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I spent $100 for the week yesterday at a supermarket that caters to poorer people. $1.67 for 30 bulbs of garlic, $2.50 for 10 lbs of sweet onions, $5 for 5 lbs of apples, $2.50 for three pints of strawberries, and so on, and so forth. All the cheapest prices here are in poorer neighbourhoods.

I shop at a lot of stores that cater to poor or just cheap immigrants (plenty of professional immigrants shop this way, for example, and pinch their pennies) who do cook from scratch. There's tons of produce to be had there. (Some of it is borderline rotten, mind you. One must be careful and eat immediately.)

 

In fact, in The American Way of Eating: Undercover at Walmart, Applebee's, Farm Fields and the Dinner Table, the author found the fresh produce to be cheaper and way tastier at a local Mexican grocery store compared to Walmart, where canned and prepared stuff was a relatively huge bargain but produce was tired, rotten, and not cheap (she had a gig working in produce at a Walmart).

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I totally agree. I can be just as guilty of falling into that trap. Last weekend I spent the day painting walls. It was easier to get a pizza from the grocery store than cook something. I was too tired to even cut up a cucumber. If I worked a hard job everyday I'd probably feel like that every day.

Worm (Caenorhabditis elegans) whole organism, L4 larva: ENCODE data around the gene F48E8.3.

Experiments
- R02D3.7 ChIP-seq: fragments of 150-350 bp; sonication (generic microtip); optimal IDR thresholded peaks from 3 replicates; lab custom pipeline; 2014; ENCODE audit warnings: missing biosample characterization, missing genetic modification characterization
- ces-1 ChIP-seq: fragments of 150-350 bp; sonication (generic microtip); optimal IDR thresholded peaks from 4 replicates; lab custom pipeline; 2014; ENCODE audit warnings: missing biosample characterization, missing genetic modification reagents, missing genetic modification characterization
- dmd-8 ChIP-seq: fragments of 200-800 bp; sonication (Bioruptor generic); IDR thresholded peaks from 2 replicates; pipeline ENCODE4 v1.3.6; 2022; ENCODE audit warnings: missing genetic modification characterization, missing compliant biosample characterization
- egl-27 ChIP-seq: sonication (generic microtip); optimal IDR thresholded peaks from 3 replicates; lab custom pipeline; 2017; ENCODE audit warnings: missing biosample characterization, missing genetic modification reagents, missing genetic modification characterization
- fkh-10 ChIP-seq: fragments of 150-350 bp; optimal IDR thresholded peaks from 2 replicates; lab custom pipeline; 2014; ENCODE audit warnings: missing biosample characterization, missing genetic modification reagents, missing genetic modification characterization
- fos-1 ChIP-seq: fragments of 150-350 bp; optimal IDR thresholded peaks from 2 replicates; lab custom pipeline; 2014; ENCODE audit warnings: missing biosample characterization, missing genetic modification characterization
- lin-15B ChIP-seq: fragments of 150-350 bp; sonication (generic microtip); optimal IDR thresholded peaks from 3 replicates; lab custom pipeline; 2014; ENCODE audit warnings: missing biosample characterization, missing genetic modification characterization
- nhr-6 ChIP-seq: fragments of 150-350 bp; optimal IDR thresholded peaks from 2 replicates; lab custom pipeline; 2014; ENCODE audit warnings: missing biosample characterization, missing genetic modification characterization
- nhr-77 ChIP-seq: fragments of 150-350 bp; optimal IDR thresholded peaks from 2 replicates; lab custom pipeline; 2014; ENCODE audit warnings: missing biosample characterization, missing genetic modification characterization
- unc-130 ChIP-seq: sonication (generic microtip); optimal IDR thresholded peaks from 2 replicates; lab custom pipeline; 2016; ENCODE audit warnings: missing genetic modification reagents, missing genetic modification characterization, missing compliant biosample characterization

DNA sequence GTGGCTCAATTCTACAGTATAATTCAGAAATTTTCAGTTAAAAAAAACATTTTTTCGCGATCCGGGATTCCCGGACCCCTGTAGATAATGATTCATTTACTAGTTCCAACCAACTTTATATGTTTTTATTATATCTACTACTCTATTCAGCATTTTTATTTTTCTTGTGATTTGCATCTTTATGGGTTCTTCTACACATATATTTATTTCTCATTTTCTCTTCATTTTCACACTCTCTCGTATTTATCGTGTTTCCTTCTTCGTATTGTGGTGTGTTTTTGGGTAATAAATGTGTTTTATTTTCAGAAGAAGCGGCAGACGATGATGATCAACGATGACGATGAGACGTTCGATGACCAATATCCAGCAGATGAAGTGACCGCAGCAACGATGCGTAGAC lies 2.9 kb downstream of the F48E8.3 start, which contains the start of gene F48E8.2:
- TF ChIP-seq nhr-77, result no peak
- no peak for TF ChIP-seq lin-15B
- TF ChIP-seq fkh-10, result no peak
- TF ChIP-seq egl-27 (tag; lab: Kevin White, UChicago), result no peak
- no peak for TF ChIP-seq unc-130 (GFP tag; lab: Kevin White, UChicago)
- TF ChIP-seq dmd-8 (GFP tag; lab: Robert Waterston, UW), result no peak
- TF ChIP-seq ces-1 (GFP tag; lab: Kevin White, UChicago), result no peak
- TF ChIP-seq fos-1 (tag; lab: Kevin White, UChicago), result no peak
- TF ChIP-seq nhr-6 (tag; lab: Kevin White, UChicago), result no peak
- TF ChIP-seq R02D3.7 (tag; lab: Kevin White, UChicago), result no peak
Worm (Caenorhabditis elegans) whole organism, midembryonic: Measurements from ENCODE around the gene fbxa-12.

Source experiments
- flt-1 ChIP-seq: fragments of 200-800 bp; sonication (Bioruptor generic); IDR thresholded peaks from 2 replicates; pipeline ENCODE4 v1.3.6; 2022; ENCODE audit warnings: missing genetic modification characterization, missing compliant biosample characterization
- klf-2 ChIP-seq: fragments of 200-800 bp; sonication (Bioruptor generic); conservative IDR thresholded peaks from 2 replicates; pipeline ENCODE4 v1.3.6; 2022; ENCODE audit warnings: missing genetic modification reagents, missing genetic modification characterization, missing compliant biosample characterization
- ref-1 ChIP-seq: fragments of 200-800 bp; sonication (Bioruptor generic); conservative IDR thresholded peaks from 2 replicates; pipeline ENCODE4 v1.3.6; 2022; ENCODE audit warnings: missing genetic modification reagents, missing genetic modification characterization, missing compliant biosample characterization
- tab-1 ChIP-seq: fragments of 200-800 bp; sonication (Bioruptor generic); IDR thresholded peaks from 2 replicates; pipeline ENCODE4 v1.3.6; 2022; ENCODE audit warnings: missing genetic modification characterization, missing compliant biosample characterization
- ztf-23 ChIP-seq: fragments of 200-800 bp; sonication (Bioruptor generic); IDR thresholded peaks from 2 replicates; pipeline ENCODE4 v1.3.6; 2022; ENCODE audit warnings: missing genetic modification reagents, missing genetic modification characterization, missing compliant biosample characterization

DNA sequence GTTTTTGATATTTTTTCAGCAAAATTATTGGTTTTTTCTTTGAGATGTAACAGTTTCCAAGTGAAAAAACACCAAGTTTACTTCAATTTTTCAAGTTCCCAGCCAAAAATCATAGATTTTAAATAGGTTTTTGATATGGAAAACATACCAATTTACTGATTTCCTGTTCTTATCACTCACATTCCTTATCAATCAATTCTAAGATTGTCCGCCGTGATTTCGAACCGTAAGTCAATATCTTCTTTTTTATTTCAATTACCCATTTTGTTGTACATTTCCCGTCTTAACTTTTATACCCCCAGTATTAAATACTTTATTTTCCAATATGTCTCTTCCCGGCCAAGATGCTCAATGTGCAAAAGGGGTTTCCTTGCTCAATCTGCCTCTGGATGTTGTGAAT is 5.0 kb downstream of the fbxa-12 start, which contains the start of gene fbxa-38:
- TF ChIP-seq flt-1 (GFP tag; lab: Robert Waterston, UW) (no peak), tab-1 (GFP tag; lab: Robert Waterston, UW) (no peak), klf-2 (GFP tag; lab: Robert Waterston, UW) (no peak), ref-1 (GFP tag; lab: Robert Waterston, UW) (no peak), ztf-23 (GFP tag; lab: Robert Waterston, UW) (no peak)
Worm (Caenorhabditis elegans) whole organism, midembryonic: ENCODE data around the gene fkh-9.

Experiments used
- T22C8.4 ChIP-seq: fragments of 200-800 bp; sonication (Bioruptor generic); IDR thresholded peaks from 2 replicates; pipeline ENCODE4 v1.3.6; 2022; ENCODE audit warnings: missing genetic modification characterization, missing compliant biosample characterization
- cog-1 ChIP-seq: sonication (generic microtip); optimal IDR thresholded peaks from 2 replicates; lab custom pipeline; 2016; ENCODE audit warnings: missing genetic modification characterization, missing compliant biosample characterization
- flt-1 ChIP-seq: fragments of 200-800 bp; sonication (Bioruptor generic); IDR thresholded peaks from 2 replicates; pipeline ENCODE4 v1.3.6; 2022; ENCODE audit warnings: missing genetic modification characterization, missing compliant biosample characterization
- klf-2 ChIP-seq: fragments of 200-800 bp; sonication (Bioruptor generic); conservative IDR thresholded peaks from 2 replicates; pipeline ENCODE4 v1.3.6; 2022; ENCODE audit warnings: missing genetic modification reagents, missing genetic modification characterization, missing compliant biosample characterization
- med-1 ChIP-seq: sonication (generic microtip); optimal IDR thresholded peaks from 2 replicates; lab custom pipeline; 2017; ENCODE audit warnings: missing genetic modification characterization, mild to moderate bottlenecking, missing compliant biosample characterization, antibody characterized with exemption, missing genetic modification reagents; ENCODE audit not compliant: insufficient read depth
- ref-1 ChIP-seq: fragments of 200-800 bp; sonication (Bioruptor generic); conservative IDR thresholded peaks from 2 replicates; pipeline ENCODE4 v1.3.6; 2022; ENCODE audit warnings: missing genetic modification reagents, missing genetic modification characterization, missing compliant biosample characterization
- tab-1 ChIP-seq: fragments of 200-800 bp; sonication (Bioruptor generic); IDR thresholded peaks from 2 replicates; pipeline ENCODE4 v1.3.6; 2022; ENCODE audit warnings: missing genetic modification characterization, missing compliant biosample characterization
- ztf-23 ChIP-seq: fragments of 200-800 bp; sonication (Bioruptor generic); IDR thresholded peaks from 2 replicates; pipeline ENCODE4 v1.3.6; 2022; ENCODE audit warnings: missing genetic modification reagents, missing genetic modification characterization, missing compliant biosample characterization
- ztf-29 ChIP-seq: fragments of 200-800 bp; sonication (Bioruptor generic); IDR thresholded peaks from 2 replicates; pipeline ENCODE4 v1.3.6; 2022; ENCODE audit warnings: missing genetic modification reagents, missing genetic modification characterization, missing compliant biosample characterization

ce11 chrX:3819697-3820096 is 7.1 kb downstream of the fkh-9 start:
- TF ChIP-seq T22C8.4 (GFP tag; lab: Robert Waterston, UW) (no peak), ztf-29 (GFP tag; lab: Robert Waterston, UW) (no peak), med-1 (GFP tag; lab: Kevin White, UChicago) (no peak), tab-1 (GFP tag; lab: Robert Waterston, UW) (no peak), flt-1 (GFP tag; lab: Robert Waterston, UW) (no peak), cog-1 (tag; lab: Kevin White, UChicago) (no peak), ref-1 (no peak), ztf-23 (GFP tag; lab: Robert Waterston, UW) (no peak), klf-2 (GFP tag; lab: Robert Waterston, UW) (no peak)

That's why it seems more realistic to me. At least for me, cooking from scratch every day (and because of where we live, I pretty much have to) is _hard_. there are some days I would just about kill to be able to order in pizza. And I'm a good cook and I generally like to cook, and my kids have been trained from an early age to eat what I cook. When I worked I had to get my husband to clear off the table because I was so tired after getting people fed.

 

It makes all the sense in the world to me that given limited time and energy, people would opt for take-away instead of lentils.

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I realize this may be an over simplistic view of this multifaceted problem but.....

 

 

I'm not looking to place blame...I'm looking for empowerment solutions....how do you resist the well crafted marketing?

 

and #2 I recognize it and celebrate that fact when I do say, "NO"!

Sometimes when I am out shopping (food, clothing or ...) and I come across a "good" deal. I ask myself do I really need it OR can someone else be blessed by my not buying it so they can buy it! Seriously, this really works for me. It also helps to have someone that you are accountable to.

The one thing that is almost as embarassing as standing "naked" in public is baring your finances to someone other than your spouse. Now that's naked but of another kind! But it helps you not hide things and it also helps you get to the emotional (usually hidden) reason why it's hard to say "no".

I have put a shredder and recycle container at our front door, to shred junk mail and to dump catalogs and other such nonsense. This helps cut down the 'cravings'. There have been days when there's no real mail, just all junk!